Question:

One of my employees has asked for time off to donate a kidney to a relative. What are my obligations to this employee?

Answer:

A new law just went into effect that addresses this situation. Effective January 1, 2011, employers with fifteen or more employees must provide paid leave to employees who wish to donate an organ and bone marrow. The proponents of this legislation view it as a way to encourage individuals to register to donate organs and bone marrow without having to worry about wage loss.

Under the new law, beginning at California Labor Code section 1508, employers with fifteen or more employees must provide a paid leave of absence not exceeding thirty days to an employee who is an organ donor in any one-year period for the purpose of donating his or her organ to another person. Employers must provide a paid leave of absence not exceeding five days to an employee who is a bone marrow donor in any one-year period for the purpose of donating his or her bone marrow to another person. The leave can be taken in one or more periods. Note that the person receiving the organ or bone marrow does not have to be a relative of the employee.

To receive this type of leave of absence, an employee must provide written verification to his or her employer that he or she is an organ or bone marrow donor, and that there is a medical necessity for the donation of the organ or bone marrow. Unfortunately, the statute provides no guidance on whom the source of the written verification must be, but at a minimum, the employee should obtain such a written verification from his/her physician. It also does not address the amount of notice that an employee must give to an employer prior to going out on this type of leave.

The new law specifies that any period of time during which an employee is required to be absent from his or her job by reason of being an organ or bone marrow donor is not considered a break in his or her continuous service for the purpose of the employee’s right to salary adjustments, sick leave, vacation, annual leave, or seniority. In other words, the absence is treated as time worked when determining those specific benefits. Furthermore, employers that provide their employees with health insurance benefits are required to maintain and pay for coverage under a group health plan for the entire duration of the absence. If the employee is subject to a collective bargaining agreement or employee benefit plan that provides more generous leave rights that those provided for by the new law, then the employer must comply with that agreement or plan. But if the collective bargaining agreement or benefit plan provides lesser rights than those under the new law, the employer must provide those benefits set forth in the new law.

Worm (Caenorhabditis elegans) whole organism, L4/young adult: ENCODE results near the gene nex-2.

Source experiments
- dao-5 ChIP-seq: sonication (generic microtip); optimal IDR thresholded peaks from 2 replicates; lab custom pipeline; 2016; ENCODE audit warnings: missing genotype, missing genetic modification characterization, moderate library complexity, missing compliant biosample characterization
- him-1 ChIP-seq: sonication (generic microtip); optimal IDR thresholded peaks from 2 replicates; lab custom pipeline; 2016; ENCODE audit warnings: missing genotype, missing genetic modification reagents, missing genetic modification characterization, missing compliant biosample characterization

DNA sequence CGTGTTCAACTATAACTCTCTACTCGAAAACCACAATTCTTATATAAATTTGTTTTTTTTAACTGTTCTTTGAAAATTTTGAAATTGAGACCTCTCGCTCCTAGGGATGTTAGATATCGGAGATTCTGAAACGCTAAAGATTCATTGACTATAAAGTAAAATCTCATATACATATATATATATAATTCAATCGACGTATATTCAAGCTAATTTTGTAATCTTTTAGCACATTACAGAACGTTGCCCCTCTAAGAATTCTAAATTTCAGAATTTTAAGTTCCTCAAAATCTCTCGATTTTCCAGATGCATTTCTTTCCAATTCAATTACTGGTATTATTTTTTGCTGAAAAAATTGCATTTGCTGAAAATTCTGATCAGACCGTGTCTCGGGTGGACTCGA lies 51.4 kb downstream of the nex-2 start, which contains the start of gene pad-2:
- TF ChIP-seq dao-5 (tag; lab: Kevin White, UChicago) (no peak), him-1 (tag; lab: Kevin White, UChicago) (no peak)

As a condition of an employee’s initial receipt of the donation leave, employers may require employees to take up to two weeks of earned but unused sick or vacation leave for organ donation, and up to five days of earned but unused sick or vacation leave for bone marrow donation. But if the employees are subject to a collective bargaining agreement that provides that employees do not need to use sick or vacation leave first, the employer may not impose that requirement. Bone marrow and organ donation leave may not be taken concurrently with any leave available under the Family Medical Leave Act or the California Family Rights Act.

When an employee returns from organ or bone marrow donation leave, the employer must restore that employee to the position held by him or her when the leave began, or to a position with equivalent seniority status, employee benefits, pay, and other terms and conditions of employment.

An employer may not retaliate against an employee for exercising his or her right to this type of leave. Specifically, an employer may not interfere with, restrain, or deny an employee’s exercise or attempt to exercise his or her right to this type of leave. Additionally, an employer may not discharge, fine, suspend, expel, discipline, or in any other manner discriminate against an employee for exercising his or her right to this type of leave or for opposing a practice made unlawful by this statute. For example, an employer may not take action against an employee who complains that a co-worker did not receive his or her rights under this law. An employee may bring a civil lawsuit against an employer for denying rights under this law and/or retaliating against the employee for exercising those rights.

Employers with fifteen or more employees must ensure that their supervisorial employees and human resource staff are aware of this new law. Additionally, employers with employee handbooks should update their policies to reflect this new type of mandatory paid leave.
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